Impact Blog
ESG investing in 2021: Advancing data capture and impact measurement

The views expressed in these posts are those of the authors and are current only through the date stated. These views are subject to change at any time based upon market or other conditions, and Calvert disclaims any responsibility to update such views. These views may not be relied upon as investment advice and, because investment decisions for Calvert are based on many factors, may not be relied upon as an indication of trading intent on behalf of any Calvert fund. References to individual companies for Engagement or Research purposes are provided for illustrative purposes only and may not be representative of the results of all of Calvert’s engagement efforts. The discussion herein is general in nature and is provided for informational purposes only. There is no guarantee as to its accuracy or completeness. Past performance is no guarantee of future results.

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      By John StreurPresident and CEO, Calvert Research and Management

      Washington - Adoption of environmental, social and governance (ESG) strategies by investors and corporations globally has risen significantly in recent years. Today, $17 trillion — or one of every three dollars professionally managed in the U.S. — is invested in sustainable investment strategies, according to the US SIF Foundation's biennial Trends Report.

      We can see many companies changing their practices because they understand the importance of ESG to their brands and operations. The critical, imminent nature of many ESG challenges like climate change and inequality has become move evident today, and market competitive forces are driving innovation and change.

      The dramatic shift toward ESG investing, however, will not be sustained unless we address a fundamental weakness in the market infrastructure, or framework, for capturing and reporting ESG data that is decision-useful to investors. Current information from issuers available to investors when making their ESG investment decisions is inadequate in its breadth, depth and quality. Regulators are lagging behind the needs of investors and have so far failed to create the necessary infrastructure. We expect regulators to attempt to catch up in 2021, but we believe the real progress will be made by leading market participants, who will shift the data paradigm from disclosure of ESG risk to analysis of the impacts that issuers have on people, society and the environment.

      Regulatory progress

      Even if there had not been a change in the U.S. administration, we expected progress in the first stages of building the infrastructure to capture issuer data and disclosure of financially material ESG information. At this juncture, we anticipate some level of regulatory oversight of this process, with a strong role for the Sustainability Accounting Standards Board (SASB) standards, as well as the Task Force on Climate-related Financial Disclosures (TCFD) framework, which is designed to improve and increase reporting of climate-related financial information. Further, we expect the recent DOL rule on the use of financially material ESG information to be clarified to level the playing field for ESG investment strategies as part of newer regulatory guidance.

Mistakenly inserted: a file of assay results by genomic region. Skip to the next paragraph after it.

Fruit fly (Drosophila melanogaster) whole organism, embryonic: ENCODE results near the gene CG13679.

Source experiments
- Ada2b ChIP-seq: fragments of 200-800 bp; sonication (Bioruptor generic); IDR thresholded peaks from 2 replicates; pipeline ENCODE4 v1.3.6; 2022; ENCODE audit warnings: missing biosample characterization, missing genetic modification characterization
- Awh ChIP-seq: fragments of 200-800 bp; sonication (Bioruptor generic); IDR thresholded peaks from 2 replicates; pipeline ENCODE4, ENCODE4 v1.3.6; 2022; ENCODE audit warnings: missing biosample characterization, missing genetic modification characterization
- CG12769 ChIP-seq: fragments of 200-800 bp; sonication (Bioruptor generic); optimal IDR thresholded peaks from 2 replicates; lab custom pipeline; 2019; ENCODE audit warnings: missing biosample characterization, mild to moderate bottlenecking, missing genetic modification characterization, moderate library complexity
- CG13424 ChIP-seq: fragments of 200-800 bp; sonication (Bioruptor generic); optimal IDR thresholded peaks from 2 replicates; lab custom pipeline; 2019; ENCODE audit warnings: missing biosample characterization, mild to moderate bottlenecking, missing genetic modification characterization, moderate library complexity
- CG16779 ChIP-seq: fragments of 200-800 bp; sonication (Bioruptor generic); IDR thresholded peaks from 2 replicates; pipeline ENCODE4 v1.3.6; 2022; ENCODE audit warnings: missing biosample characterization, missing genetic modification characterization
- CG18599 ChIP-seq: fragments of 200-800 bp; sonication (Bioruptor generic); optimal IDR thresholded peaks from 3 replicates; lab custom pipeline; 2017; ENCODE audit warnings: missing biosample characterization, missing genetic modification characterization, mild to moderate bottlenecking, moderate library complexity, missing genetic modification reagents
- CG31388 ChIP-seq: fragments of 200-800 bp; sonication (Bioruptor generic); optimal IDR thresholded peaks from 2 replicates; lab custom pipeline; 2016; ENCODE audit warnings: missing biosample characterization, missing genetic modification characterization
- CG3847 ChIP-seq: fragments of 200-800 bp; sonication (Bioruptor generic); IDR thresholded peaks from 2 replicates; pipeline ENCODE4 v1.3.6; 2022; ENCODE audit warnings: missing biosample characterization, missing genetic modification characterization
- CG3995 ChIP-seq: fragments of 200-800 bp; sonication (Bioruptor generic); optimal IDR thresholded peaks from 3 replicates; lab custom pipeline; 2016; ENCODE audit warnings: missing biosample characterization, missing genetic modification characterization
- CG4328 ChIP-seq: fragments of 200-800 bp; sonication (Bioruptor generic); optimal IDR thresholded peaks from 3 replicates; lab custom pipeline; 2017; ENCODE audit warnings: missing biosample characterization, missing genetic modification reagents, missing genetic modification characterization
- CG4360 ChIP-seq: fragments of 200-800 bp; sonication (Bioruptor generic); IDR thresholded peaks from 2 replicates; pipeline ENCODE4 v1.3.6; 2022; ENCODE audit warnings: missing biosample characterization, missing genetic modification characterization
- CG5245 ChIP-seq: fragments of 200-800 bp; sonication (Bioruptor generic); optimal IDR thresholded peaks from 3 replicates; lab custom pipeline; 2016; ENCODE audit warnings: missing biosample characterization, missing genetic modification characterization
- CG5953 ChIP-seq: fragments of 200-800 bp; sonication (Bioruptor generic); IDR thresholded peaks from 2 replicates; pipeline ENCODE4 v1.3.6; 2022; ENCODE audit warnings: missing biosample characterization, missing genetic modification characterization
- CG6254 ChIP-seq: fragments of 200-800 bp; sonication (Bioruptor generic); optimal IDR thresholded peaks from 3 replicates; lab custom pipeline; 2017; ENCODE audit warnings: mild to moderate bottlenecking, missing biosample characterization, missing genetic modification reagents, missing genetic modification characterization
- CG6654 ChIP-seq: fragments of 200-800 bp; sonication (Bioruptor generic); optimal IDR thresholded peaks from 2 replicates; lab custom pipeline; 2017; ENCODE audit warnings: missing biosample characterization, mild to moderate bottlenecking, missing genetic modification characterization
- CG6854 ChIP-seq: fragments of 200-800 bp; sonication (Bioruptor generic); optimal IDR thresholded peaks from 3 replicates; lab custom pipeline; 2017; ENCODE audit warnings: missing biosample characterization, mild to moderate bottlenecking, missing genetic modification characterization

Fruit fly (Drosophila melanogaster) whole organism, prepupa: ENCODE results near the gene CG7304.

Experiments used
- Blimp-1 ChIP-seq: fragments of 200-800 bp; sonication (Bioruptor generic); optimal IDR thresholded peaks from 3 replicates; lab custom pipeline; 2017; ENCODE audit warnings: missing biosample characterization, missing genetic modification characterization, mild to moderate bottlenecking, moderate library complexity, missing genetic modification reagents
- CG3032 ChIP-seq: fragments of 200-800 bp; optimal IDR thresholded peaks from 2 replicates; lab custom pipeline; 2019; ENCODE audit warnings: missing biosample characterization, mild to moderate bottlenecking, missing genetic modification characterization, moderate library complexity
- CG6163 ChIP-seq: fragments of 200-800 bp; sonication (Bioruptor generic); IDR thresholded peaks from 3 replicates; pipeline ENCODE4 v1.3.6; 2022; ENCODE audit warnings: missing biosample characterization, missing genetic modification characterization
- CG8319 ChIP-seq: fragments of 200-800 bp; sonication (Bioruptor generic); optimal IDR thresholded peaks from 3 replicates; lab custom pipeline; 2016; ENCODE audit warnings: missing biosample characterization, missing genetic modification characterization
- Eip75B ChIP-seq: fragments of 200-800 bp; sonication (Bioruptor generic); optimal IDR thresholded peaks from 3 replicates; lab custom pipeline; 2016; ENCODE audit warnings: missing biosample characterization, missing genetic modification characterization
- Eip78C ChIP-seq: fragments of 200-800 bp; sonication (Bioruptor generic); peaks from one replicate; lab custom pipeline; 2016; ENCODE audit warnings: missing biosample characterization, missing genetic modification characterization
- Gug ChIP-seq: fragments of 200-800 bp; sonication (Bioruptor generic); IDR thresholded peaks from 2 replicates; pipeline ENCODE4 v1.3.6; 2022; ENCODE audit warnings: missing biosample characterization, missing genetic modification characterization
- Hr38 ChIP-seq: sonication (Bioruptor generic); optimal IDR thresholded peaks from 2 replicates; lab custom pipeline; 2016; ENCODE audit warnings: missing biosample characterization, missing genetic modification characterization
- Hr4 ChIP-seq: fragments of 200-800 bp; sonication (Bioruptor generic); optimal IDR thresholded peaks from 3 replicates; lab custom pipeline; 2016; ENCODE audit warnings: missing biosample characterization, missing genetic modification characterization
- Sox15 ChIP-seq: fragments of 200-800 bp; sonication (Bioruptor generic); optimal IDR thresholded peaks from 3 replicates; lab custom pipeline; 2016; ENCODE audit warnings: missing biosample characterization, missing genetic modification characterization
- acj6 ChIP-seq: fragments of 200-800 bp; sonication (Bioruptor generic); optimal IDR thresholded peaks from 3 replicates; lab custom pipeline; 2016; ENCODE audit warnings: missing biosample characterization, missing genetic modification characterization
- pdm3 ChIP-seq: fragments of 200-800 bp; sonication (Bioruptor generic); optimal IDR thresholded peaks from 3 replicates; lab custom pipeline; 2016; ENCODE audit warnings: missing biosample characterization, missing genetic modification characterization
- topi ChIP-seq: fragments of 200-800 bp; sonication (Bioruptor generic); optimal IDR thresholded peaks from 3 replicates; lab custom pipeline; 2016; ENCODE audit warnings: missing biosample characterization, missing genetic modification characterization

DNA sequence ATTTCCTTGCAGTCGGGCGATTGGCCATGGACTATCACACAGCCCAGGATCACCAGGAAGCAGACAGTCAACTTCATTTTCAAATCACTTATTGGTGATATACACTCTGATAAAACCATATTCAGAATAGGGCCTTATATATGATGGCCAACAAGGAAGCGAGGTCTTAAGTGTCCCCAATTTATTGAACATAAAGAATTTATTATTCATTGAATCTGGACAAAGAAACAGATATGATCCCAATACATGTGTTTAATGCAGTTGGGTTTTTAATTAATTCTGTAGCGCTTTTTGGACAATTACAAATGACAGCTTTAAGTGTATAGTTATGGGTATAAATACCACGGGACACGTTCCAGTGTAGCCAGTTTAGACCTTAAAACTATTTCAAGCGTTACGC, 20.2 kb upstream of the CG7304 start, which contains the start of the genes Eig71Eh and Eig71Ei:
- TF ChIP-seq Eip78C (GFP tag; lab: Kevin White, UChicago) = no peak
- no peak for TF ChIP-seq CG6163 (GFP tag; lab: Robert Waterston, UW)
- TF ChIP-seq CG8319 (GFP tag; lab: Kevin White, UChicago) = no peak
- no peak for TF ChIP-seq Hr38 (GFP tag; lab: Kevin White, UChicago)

Broadening ESG focus

      In addition to progress in improving market infrastructure and data systems, we believe investor focus will shift from ESG risk avoidance to ESG risk reduction as well as impact measurement and management. Further, investors and companies will broaden their focus from the climate and environment to emphasize racial and gender diversity, inclusion and equity, human capital management and a set of human rights issues. Finally, greater attention will be given to ESG performance beyond public companies, with real consideration of private companies — especially those that are large or in the supply chains of public companies.

      Engagement as a catalyst for change

      As data systems and market infrastructure evolve to support decision-useful ESG data, investors will provide constructive direct feedback to companies, through stronger forms of shareholder engagement. We will see changes to proxy-voting patterns, as well as increased board oversight of ESG performance, later in the year and into the 2022 annual general meeting (AGM) cycle.

      The combination of crisis-level scenarios across multiple risk vectors in climate, inequality and human health will drive the change necessary to rapidly address the data and market infrastructure needs that exist in our global capital markets. Many investors are already using research processes and corporate engagement strategies to this end. As data systems transform, we believe the ESG investing paradigm will shift, with innovative leaders moving into impact measurement and management. Calvert is collaborating with and advising the Impact Weighted Accounts Initiative and developing novel impact measurement tools at this time. We intend to continue to push the edge of the envelope and maintain a competitive advantage as the ESG segment grows and competition intensifies.